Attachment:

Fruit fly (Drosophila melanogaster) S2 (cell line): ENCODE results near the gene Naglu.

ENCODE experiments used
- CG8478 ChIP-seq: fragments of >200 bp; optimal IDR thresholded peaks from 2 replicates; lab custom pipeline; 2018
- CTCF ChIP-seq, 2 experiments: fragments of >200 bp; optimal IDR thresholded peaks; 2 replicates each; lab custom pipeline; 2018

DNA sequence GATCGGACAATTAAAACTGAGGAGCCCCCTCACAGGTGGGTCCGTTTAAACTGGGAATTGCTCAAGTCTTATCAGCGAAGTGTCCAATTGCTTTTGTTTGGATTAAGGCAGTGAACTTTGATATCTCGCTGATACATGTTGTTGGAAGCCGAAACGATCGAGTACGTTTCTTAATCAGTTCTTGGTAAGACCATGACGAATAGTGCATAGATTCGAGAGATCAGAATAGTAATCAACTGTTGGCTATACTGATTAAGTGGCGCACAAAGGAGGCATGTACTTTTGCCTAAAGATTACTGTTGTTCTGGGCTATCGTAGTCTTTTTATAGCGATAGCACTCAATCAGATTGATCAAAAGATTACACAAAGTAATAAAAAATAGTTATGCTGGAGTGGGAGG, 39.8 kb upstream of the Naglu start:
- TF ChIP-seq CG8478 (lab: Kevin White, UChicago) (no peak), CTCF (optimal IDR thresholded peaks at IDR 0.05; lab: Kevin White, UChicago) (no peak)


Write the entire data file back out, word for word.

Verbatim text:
Fruit fly (Drosophila melanogaster) S2 (cell line): ENCODE results near the gene Naglu.

ENCODE experiments used
- CG8478 ChIP-seq: fragments of >200 bp; optimal IDR thresholded peaks from 2 replicates; lab custom pipeline; 2018
- CTCF ChIP-seq, 2 experiments: fragments of >200 bp; optimal IDR thresholded peaks; 2 replicates each; lab custom pipeline; 2018

DNA sequence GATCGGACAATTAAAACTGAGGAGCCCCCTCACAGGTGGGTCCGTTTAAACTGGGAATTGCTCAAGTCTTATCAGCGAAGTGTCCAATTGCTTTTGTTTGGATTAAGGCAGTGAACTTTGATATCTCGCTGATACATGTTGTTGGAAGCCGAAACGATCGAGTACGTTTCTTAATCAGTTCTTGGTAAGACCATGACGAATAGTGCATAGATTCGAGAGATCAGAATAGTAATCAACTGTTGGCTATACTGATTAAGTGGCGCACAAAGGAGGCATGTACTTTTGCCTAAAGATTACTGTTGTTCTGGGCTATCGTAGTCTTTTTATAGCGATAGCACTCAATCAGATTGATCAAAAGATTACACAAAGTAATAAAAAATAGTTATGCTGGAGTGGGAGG, 39.8 kb upstream of the Naglu start:
- TF ChIP-seq CG8478 (lab: Kevin White, UChicago) (no peak), CTCF (optimal IDR thresholded peaks at IDR 0.05; lab: Kevin White, UChicago) (no peak)